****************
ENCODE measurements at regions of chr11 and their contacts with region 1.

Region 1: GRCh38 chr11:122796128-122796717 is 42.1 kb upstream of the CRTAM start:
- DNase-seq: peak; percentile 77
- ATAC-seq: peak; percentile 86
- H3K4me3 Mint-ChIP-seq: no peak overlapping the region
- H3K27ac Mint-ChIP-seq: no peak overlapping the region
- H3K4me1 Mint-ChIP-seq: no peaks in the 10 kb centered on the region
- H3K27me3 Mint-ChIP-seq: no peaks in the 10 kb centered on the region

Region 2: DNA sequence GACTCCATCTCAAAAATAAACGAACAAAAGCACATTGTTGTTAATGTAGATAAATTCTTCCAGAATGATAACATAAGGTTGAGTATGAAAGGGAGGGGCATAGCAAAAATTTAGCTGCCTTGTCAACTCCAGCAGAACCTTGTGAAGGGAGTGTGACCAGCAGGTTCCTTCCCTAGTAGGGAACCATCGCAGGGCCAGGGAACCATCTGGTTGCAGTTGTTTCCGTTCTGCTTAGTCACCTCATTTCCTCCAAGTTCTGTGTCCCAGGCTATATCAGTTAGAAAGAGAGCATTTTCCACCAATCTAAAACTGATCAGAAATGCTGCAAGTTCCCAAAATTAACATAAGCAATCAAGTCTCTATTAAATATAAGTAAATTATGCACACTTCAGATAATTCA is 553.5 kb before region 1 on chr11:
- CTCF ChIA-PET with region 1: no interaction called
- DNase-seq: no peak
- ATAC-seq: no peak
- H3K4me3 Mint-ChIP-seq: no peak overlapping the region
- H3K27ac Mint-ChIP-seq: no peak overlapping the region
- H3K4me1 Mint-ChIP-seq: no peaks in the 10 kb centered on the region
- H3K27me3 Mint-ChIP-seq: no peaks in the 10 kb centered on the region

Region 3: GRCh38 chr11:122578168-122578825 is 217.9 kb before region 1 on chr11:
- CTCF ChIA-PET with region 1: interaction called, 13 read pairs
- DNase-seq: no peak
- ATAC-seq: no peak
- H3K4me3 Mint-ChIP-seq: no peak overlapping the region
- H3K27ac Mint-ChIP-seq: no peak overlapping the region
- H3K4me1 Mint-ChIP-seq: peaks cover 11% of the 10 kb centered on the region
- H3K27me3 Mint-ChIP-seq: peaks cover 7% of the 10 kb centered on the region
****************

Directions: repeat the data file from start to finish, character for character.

ENCODE measurements at regions of chr11 and their contacts with region 1.

Region 1: GRCh38 chr11:122796128-122796717 is 42.1 kb upstream of the CRTAM start:
- DNase-seq: peak; percentile 77
- ATAC-seq: peak; percentile 86
- H3K4me3 Mint-ChIP-seq: no peak overlapping the region
- H3K27ac Mint-ChIP-seq: no peak overlapping the region
- H3K4me1 Mint-ChIP-seq: no peaks in the 10 kb centered on the region
- H3K27me3 Mint-ChIP-seq: no peaks in the 10 kb centered on the region

Region 2: DNA sequence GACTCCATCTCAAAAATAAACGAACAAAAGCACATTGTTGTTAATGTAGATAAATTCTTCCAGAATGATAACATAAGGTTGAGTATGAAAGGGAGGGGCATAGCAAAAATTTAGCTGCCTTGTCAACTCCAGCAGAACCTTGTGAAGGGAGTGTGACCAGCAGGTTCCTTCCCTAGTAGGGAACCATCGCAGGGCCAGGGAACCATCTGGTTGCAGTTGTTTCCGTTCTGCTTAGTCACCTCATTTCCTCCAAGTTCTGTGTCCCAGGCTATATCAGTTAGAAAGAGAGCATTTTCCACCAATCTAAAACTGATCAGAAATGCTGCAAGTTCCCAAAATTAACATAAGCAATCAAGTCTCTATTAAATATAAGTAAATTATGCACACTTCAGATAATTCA is 553.5 kb before region 1 on chr11:
- CTCF ChIA-PET with region 1: no interaction called
- DNase-seq: no peak
- ATAC-seq: no peak
- H3K4me3 Mint-ChIP-seq: no peak overlapping the region
- H3K27ac Mint-ChIP-seq: no peak overlapping the region
- H3K4me1 Mint-ChIP-seq: no peaks in the 10 kb centered on the region
- H3K27me3 Mint-ChIP-seq: no peaks in the 10 kb centered on the region

Region 3: GRCh38 chr11:122578168-122578825 is 217.9 kb before region 1 on chr11:
- CTCF ChIA-PET with region 1: interaction called, 13 read pairs
- DNase-seq: no peak
- ATAC-seq: no peak
- H3K4me3 Mint-ChIP-seq: no peak overlapping the region
- H3K27ac Mint-ChIP-seq: no peak overlapping the region
- H3K4me1 Mint-ChIP-seq: peaks cover 11% of the 10 kb centered on the region
- H3K27me3 Mint-ChIP-seq: peaks cover 7% of the 10 kb centered on the region